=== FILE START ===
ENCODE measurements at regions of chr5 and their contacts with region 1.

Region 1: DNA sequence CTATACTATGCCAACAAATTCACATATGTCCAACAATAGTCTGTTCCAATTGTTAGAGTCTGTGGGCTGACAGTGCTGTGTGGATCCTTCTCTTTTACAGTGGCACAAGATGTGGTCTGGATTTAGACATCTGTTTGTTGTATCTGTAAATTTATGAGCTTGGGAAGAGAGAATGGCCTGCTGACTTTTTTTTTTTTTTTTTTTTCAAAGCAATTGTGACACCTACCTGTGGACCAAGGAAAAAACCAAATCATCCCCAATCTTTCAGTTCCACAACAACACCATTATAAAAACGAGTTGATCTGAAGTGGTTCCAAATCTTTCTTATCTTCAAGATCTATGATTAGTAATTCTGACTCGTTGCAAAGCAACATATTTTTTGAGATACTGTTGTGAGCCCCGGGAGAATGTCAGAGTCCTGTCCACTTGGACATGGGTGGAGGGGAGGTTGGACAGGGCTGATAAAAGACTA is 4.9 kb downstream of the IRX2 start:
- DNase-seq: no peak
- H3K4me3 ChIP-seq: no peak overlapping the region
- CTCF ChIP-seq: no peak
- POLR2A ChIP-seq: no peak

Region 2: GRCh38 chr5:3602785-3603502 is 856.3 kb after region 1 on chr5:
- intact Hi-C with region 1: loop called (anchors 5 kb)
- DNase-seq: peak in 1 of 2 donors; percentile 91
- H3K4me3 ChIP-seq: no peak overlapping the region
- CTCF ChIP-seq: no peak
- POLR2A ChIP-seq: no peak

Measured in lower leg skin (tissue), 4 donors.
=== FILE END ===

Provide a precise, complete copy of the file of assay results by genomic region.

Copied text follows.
ENCODE measurements at regions of chr5 and their contacts with region 1.

Region 1: DNA sequence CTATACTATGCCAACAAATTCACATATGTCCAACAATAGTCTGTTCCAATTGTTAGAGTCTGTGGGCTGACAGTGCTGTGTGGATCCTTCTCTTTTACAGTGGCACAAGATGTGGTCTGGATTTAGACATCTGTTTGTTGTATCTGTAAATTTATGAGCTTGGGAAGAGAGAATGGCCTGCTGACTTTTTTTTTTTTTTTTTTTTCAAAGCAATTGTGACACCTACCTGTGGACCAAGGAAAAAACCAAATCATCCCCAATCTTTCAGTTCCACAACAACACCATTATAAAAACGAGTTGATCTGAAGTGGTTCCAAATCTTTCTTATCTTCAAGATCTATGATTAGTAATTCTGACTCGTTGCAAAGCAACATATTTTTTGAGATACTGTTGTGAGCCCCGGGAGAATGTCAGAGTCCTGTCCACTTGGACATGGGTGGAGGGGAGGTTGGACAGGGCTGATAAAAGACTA is 4.9 kb downstream of the IRX2 start:
- DNase-seq: no peak
- H3K4me3 ChIP-seq: no peak overlapping the region
- CTCF ChIP-seq: no peak
- POLR2A ChIP-seq: no peak

Region 2: GRCh38 chr5:3602785-3603502 is 856.3 kb after region 1 on chr5:
- intact Hi-C with region 1: loop called (anchors 5 kb)
- DNase-seq: peak in 1 of 2 donors; percentile 91
- H3K4me3 ChIP-seq: no peak overlapping the region
- CTCF ChIP-seq: no peak
- POLR2A ChIP-seq: no peak

Measured in lower leg skin (tissue), 4 donors.